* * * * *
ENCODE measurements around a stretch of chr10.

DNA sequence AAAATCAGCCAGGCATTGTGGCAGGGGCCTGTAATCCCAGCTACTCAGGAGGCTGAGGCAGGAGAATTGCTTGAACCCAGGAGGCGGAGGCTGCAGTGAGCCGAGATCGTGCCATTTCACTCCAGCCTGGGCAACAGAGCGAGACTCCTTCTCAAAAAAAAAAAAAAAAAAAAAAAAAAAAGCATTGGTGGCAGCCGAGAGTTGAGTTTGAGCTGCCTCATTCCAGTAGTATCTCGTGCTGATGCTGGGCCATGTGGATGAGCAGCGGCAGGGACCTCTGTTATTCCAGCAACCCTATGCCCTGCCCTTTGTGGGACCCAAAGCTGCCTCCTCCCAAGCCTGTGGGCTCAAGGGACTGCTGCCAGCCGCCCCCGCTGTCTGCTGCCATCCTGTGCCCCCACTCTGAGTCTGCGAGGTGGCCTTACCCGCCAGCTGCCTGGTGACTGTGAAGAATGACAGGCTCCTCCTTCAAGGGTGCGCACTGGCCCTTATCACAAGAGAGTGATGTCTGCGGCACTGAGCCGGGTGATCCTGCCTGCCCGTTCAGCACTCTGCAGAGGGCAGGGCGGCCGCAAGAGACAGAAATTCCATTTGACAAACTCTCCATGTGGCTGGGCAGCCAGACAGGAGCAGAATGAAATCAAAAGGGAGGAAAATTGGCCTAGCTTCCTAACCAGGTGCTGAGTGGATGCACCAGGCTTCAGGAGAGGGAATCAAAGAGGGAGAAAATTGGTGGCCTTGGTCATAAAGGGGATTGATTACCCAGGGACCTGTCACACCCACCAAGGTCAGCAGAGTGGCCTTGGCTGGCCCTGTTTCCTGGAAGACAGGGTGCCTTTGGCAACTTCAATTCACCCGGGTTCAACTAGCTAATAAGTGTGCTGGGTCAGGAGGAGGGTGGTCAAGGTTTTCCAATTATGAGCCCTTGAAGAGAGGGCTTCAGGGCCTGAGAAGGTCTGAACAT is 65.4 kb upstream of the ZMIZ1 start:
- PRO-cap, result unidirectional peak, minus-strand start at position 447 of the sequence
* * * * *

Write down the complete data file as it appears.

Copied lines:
ENCODE measurements around a stretch of chr10.

DNA sequence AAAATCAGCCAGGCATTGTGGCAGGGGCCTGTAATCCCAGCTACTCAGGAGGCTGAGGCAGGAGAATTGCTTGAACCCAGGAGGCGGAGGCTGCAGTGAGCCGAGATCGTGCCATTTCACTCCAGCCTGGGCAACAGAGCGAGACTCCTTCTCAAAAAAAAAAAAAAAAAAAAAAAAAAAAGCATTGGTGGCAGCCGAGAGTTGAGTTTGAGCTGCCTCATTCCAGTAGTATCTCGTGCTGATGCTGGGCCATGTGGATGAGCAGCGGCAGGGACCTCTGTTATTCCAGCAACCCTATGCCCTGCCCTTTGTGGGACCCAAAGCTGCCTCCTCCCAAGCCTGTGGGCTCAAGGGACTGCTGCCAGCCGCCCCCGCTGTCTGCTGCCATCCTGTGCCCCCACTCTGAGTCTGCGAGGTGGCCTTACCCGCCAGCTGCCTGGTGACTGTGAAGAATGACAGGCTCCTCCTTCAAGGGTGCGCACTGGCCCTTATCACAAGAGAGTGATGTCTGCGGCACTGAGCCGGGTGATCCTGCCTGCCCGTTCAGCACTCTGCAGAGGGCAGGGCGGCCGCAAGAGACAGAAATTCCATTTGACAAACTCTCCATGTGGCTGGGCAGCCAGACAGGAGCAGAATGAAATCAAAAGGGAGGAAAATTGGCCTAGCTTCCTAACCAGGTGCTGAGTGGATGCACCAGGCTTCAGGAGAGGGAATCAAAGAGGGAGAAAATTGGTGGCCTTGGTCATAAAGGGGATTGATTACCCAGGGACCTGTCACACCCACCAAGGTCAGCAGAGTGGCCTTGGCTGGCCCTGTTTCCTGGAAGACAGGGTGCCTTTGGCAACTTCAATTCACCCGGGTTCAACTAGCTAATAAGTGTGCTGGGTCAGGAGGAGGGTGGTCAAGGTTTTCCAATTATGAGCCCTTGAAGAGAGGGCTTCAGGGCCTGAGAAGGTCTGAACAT is 65.4 kb upstream of the ZMIZ1 start:
- PRO-cap, result unidirectional peak, minus-strand start at position 447 of the sequence